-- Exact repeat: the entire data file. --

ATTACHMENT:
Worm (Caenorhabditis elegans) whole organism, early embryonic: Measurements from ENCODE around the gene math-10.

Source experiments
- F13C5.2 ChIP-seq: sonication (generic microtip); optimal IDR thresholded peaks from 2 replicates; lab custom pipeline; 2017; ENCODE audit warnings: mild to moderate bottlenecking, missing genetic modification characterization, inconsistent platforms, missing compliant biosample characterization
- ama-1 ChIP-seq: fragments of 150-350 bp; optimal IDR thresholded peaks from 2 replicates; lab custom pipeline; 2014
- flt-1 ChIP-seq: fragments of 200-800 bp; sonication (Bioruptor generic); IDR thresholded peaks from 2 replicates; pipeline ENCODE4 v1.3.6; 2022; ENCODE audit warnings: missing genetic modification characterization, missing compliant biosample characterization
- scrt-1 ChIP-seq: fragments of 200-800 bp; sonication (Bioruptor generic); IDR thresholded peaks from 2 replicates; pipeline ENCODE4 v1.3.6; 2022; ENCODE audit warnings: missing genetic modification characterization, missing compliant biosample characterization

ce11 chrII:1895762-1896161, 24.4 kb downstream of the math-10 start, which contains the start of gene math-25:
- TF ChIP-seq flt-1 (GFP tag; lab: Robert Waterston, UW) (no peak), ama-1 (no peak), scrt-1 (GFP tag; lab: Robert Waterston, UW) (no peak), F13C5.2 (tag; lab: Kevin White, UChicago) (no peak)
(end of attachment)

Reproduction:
Worm (Caenorhabditis elegans) whole organism, early embryonic: Measurements from ENCODE around the gene math-10.

Source experiments
- F13C5.2 ChIP-seq: sonication (generic microtip); optimal IDR thresholded peaks from 2 replicates; lab custom pipeline; 2017; ENCODE audit warnings: mild to moderate bottlenecking, missing genetic modification characterization, inconsistent platforms, missing compliant biosample characterization
- ama-1 ChIP-seq: fragments of 150-350 bp; optimal IDR thresholded peaks from 2 replicates; lab custom pipeline; 2014
- flt-1 ChIP-seq: fragments of 200-800 bp; sonication (Bioruptor generic); IDR thresholded peaks from 2 replicates; pipeline ENCODE4 v1.3.6; 2022; ENCODE audit warnings: missing genetic modification characterization, missing compliant biosample characterization
- scrt-1 ChIP-seq: fragments of 200-800 bp; sonication (Bioruptor generic); IDR thresholded peaks from 2 replicates; pipeline ENCODE4 v1.3.6; 2022; ENCODE audit warnings: missing genetic modification characterization, missing compliant biosample characterization

ce11 chrII:1895762-1896161, 24.4 kb downstream of the math-10 start, which contains the start of gene math-25:
- TF ChIP-seq flt-1 (GFP tag; lab: Robert Waterston, UW) (no peak), ama-1 (no peak), scrt-1 (GFP tag; lab: Robert Waterston, UW) (no peak), F13C5.2 (tag; lab: Kevin White, UChicago) (no peak)